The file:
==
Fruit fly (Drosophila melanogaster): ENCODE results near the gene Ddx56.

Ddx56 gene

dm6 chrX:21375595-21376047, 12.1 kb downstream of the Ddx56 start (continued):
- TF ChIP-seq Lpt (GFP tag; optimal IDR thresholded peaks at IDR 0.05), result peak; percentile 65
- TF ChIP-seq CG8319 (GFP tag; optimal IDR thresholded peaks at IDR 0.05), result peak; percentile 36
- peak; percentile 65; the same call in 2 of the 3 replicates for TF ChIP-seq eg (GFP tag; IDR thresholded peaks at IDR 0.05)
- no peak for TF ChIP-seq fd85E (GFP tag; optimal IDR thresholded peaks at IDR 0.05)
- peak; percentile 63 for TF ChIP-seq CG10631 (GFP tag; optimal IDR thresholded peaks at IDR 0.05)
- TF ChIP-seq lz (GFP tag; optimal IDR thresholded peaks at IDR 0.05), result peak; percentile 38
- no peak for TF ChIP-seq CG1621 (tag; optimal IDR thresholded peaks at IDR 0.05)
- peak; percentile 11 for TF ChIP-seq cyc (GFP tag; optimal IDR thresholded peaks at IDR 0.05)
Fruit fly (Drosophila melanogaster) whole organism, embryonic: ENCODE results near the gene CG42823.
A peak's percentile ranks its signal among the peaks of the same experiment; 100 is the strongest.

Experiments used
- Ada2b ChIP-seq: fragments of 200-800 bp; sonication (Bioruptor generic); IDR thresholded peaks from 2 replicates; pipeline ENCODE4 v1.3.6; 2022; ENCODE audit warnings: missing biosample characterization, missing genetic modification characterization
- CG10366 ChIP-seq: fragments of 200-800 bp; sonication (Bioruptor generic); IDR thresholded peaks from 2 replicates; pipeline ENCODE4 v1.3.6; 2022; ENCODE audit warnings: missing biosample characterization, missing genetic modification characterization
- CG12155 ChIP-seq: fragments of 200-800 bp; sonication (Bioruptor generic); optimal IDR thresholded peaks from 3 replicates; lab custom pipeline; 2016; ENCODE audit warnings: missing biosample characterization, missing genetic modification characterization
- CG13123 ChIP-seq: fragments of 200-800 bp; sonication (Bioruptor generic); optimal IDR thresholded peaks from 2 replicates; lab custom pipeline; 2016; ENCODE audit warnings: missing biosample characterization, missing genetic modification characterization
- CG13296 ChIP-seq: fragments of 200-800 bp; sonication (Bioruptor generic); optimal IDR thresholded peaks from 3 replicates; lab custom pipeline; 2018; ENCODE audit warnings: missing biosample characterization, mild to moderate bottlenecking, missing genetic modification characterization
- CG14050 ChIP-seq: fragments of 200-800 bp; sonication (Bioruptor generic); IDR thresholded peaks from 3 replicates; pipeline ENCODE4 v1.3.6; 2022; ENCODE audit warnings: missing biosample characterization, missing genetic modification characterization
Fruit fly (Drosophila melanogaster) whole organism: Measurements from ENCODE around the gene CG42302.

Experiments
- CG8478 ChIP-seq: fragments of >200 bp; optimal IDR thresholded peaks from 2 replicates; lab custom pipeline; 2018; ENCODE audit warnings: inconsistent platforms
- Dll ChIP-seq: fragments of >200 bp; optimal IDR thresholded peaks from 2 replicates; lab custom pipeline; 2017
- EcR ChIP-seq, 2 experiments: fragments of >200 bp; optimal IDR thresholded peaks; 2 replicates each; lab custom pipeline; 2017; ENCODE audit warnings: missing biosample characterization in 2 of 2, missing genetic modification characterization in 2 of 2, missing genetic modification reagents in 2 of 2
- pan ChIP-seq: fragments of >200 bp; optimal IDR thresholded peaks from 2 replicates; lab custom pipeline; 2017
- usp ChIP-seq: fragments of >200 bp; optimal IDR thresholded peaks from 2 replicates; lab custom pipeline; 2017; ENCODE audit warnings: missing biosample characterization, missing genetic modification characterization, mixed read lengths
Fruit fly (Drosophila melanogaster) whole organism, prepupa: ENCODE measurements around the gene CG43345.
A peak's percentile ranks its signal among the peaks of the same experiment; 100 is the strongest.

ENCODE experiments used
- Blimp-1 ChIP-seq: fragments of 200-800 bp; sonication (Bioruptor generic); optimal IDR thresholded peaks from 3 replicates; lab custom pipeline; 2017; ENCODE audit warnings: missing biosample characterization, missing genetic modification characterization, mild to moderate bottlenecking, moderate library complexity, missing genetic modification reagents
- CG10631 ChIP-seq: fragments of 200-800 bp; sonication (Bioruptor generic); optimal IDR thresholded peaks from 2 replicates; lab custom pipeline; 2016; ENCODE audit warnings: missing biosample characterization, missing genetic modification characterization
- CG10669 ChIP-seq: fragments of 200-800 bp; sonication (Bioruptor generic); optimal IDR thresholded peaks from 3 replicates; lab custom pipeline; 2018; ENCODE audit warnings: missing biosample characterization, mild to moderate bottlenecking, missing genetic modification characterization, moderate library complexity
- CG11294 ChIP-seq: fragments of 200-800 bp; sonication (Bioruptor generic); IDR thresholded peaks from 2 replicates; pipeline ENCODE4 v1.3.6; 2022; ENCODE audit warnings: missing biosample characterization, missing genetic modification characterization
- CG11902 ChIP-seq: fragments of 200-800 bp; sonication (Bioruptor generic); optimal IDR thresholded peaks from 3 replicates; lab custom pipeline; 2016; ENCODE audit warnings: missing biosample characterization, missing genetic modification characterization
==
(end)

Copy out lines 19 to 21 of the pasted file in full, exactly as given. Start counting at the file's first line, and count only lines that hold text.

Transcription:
- CG13296 ChIP-seq: fragments of 200-800 bp; sonication (Bioruptor generic); optimal IDR thresholded peaks from 3 replicates; lab custom pipeline; 2018; ENCODE audit warnings: missing biosample characterization, mild to moderate bottlenecking, missing genetic modification characterization
- CG14050 ChIP-seq: fragments of 200-800 bp; sonication (Bioruptor generic); IDR thresholded peaks from 3 replicates; pipeline ENCODE4 v1.3.6; 2022; ENCODE audit warnings: missing biosample characterization, missing genetic modification characterization
Fruit fly (Drosophila melanogaster) whole organism: Measurements from ENCODE around the gene CG42302.